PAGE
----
top of page

Mary-Ann Monforton | Sanctuary

November 12 - December 27

High Noon is pleased to present Mary-Ann Monforton’s New York solo debut, Sanctuary, a co-mingling of sculptural objects ripe with a childlike anamnesis that will transform the gallery’s concrete floors and stark white walls into a dreamy installation that rises subtly to meet the current national discourse on multiple levels. To create the sculptures, Monforton uses a blend of simple materials both craft and industrial— wire mesh, plaster, concrete, cardboard, etc.— to a surprising effect that embraces a naive understanding of form, or the limitations of form within her chosen media. Many objects, such as balloons, soccer balls, and tree stumps are simple, while others, most notably a giraffe calf or Radio Flyer (both life-sized) require more engineering. Regardless of the mechanics, the works form a successful cohesion by never fully succeeding in and of themselves.


Engagement with the pitiful is a hallmark of Monforton’s work, constituting the backbone of her fearlessness to hand-construct such impractical sculptures and simultaneously rendering them with tenderness and tragedy. As such, Sanctuary taken as a whole reads like something of a fantasy playroom in transition to something else. The lack of finish forces a confrontation with things left undone; existing halfway between what is real and what is imagined, and teasing the vulnerability of memory and perception. The stoic faces on the baby animals stare expectantly, wondering why we no longer answer them back. These species— a giraffe, a polar bear, a rhino— are listed as endangered in the wild, a sobering overlap between the dissolutions of fantasy and reality.


Accompanying the mix of living creatures are a series of playful objects. Though inanimate, one gets the sense that they are no less alive; certainly they are not lacking in personality. Handled with the same calculated carelessness, these objects take on a memorial quality— childlike monuments filled with wonderment and loss. For many, a Radio Flyer will always evoke the feelings of the eponymous film in which two boys transform the wagon into an airplane to escape an abusive step father. The slouching wheels and slumped handlebar on Monforton’s Radio Flyer suggest the exhaustion of a wagon that has just flown around the world. Similarly, the bone-white tricycle (the only sculpture in the show cast in resin in an edition) leans delicately to one side, like a dog favoring an injured paw. Easily the most haunting work in the show, it is also the child in the room. The starkly contrasted expectation of the object to be pink and sparkly implies something stripped of substance, and referencing “ghost bikes” placed at sites where cyclists have been injured or killed. Three pastel colored balloons, dented and puckered, are held aloft, awkwardly, against the white sky of the gallery wall. They float amongst innocuous clouds whose silhouette is created by a single wire. Occupying little more presence than a graphite line drawing, they have no hope of being imagined as anything other than exactly what they are.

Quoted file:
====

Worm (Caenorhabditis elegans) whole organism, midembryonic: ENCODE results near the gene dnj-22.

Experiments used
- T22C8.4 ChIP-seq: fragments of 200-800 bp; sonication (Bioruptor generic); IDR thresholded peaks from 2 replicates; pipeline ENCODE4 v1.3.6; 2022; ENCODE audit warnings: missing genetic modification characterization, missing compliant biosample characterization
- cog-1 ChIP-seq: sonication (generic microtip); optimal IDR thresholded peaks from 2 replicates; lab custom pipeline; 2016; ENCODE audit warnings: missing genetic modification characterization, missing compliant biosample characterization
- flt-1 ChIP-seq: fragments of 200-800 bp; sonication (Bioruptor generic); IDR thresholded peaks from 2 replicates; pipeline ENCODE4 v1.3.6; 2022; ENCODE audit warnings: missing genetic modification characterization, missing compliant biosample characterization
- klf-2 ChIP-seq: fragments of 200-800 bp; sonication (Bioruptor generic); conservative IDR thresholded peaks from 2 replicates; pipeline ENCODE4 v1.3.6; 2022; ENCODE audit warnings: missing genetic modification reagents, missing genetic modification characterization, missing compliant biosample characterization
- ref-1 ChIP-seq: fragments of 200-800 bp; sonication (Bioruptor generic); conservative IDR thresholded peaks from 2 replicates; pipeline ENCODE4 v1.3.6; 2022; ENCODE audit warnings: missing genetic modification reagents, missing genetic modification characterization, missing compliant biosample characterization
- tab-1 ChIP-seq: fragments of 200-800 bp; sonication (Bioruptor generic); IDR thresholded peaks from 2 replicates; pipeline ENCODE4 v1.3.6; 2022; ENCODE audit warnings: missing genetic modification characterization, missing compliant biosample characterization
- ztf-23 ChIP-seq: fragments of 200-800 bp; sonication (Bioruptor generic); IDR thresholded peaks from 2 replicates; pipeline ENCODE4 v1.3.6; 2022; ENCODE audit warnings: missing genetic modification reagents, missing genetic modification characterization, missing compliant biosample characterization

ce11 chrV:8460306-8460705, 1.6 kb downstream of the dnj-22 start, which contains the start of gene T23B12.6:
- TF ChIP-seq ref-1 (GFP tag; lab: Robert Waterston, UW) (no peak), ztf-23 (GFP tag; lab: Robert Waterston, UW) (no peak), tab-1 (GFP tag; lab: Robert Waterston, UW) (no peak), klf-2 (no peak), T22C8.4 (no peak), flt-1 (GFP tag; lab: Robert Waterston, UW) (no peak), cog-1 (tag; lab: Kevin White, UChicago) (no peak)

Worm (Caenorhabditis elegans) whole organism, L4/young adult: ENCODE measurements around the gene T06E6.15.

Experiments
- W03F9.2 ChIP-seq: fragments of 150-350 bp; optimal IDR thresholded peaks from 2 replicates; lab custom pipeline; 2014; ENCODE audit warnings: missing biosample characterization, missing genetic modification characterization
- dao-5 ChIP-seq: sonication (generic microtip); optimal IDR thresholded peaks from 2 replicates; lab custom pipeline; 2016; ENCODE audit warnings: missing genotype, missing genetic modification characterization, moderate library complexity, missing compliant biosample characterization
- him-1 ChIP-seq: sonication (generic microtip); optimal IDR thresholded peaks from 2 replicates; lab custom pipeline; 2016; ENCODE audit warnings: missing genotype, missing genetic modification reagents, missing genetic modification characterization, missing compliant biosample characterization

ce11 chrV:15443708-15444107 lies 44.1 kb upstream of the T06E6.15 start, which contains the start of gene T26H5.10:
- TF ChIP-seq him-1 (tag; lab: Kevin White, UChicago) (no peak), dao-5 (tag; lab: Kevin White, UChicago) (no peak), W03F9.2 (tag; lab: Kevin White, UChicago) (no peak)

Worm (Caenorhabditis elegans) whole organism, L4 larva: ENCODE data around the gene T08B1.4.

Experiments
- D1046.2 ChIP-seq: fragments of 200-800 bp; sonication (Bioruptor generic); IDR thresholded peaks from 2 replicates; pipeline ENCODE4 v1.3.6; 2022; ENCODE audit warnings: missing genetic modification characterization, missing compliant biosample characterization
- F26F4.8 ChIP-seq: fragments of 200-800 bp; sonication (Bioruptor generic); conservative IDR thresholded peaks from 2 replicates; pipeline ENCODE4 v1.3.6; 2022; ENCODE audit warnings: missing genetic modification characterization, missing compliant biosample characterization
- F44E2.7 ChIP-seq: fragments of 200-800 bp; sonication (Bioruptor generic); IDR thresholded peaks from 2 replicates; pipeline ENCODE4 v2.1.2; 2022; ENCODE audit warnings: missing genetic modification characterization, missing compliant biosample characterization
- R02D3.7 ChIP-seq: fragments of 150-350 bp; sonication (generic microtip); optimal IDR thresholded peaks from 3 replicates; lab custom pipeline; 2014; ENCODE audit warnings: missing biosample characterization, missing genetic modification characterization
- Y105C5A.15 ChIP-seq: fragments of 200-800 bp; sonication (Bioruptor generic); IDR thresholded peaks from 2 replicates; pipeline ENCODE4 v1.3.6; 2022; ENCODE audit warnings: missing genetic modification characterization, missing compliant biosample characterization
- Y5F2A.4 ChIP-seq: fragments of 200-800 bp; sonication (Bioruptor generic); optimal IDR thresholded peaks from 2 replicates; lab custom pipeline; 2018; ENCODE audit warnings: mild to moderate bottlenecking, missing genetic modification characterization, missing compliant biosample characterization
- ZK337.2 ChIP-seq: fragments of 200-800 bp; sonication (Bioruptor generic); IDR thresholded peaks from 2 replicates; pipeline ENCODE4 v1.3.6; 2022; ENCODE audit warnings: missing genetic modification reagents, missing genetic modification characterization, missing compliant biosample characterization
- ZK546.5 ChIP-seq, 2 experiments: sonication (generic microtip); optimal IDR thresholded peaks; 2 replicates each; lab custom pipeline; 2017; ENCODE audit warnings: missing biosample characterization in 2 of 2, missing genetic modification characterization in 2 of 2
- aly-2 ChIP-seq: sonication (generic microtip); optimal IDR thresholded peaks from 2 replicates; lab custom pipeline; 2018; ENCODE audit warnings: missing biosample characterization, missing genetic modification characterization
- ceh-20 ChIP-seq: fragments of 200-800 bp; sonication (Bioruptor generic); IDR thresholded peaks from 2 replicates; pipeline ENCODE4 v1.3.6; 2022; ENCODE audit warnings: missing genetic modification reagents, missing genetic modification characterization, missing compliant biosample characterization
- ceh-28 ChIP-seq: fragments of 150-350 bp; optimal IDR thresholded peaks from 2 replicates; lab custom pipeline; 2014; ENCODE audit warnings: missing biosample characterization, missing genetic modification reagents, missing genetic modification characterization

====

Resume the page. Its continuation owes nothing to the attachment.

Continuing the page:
In the animated show South Park’s fifteenth season, the episode “You’re Getting Old” has one of the show’s main protagonists, 9-year-old Stan, wrestling with the gradual onset of an existential crisis. After receiving a Tween Wave album as a birthday gift, Stan is surprised that after a number of listens, the music one night suddenly start to sound like shit. As viewers, we hear what Stan is listening to as a soundtrack of literal farting and defecating noises. As the episode progresses, Stan’s cynicism grows as more things around him continue transforming into literal shit. At the end, completely alienated from his friends and staring out at a lake surrounded by flowers with blossoms of shit, under a sun made of shit, Stan’s father Randy is seen speaking seriously to his son before a montage ensues to Fleetwood Mac’s “Landslide” of boxes being packed and a house being put up for sale— Stan’s parents are getting divorced.


The episode highlights with appropriate crudity the soft violence implicit in coming to understand the world as a complex place, a place that doesn’t guarantee safety, where perception and reality are muddled with jarring contradictions. Somewhere within these contradictions is where the work in Sanctuary finds it’s resonance by playing on our latent thoughts, where Monforton’s keenly attuned political and humanitarian concerns collide with an impulse to create her finely articulated nonsense.

Mary-Ann Monforton is the long time Associate Publisher of BOMB Magazine. She has been a curator involved in the downtown New York art scene and has since 2013 re-engaged with her own studio practice and was recently shown at the 2019 Spring Break Art Fair as well as featured in and co-curator of the traveling art exhibition, Zeitgeist: The Art Scene of Teenage Basquiat, which ran from May 2018 - March 2019 and accompanied the acclaimed documentary Boom for Real by Sara Driver. Monforton has a Bachelor of Fine Arts in Sculpture from Aquinas College in Grand Rapids, Michigan. In the Spring of 2019 she received the Prix de Print in Art in Print Magazine for her lithograph, e-cigarettes, printed and published by Maurice Sanchez of Derriere L’Etoile Studios LIC, NY. 

bottom of page